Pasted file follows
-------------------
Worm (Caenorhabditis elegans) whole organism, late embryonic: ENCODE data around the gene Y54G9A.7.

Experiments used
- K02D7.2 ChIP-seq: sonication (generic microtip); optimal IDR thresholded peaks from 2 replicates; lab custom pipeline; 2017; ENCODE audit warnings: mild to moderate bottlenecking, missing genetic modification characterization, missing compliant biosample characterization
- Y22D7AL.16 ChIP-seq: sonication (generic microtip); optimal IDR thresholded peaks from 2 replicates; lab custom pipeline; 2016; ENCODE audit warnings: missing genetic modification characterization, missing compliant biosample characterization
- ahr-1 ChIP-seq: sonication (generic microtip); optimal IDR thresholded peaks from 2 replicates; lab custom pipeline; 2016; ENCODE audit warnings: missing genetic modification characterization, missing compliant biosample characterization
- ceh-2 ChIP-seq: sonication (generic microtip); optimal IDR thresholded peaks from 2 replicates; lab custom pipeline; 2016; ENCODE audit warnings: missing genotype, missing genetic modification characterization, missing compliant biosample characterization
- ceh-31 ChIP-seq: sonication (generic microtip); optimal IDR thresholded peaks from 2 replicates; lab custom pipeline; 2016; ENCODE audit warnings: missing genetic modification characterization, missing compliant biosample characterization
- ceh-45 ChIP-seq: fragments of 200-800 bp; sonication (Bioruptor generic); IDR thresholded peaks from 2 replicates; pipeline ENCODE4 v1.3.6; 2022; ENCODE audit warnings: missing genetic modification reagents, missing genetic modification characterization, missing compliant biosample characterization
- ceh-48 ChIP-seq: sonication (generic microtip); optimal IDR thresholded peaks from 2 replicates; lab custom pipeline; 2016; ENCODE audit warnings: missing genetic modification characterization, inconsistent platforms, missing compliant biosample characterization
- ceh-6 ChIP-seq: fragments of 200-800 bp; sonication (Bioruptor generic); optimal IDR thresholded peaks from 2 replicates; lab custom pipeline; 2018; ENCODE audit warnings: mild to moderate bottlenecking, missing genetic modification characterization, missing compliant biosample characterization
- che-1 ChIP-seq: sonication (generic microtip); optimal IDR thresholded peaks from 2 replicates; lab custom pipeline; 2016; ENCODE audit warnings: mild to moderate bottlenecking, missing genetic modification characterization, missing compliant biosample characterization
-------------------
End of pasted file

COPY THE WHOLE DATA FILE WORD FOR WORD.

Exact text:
Worm (Caenorhabditis elegans) whole organism, late embryonic: ENCODE data around the gene Y54G9A.7.

Experiments used
- K02D7.2 ChIP-seq: sonication (generic microtip); optimal IDR thresholded peaks from 2 replicates; lab custom pipeline; 2017; ENCODE audit warnings: mild to moderate bottlenecking, missing genetic modification characterization, missing compliant biosample characterization
- Y22D7AL.16 ChIP-seq: sonication (generic microtip); optimal IDR thresholded peaks from 2 replicates; lab custom pipeline; 2016; ENCODE audit warnings: missing genetic modification characterization, missing compliant biosample characterization
- ahr-1 ChIP-seq: sonication (generic microtip); optimal IDR thresholded peaks from 2 replicates; lab custom pipeline; 2016; ENCODE audit warnings: missing genetic modification characterization, missing compliant biosample characterization
- ceh-2 ChIP-seq: sonication (generic microtip); optimal IDR thresholded peaks from 2 replicates; lab custom pipeline; 2016; ENCODE audit warnings: missing genotype, missing genetic modification characterization, missing compliant biosample characterization
- ceh-31 ChIP-seq: sonication (generic microtip); optimal IDR thresholded peaks from 2 replicates; lab custom pipeline; 2016; ENCODE audit warnings: missing genetic modification characterization, missing compliant biosample characterization
- ceh-45 ChIP-seq: fragments of 200-800 bp; sonication (Bioruptor generic); IDR thresholded peaks from 2 replicates; pipeline ENCODE4 v1.3.6; 2022; ENCODE audit warnings: missing genetic modification reagents, missing genetic modification characterization, missing compliant biosample characterization
- ceh-48 ChIP-seq: sonication (generic microtip); optimal IDR thresholded peaks from 2 replicates; lab custom pipeline; 2016; ENCODE audit warnings: missing genetic modification characterization, inconsistent platforms, missing compliant biosample characterization
- ceh-6 ChIP-seq: fragments of 200-800 bp; sonication (Bioruptor generic); optimal IDR thresholded peaks from 2 replicates; lab custom pipeline; 2018; ENCODE audit warnings: mild to moderate bottlenecking, missing genetic modification characterization, missing compliant biosample characterization
- che-1 ChIP-seq: sonication (generic microtip); optimal IDR thresholded peaks from 2 replicates; lab custom pipeline; 2016; ENCODE audit warnings: mild to moderate bottlenecking, missing genetic modification characterization, missing compliant biosample characterization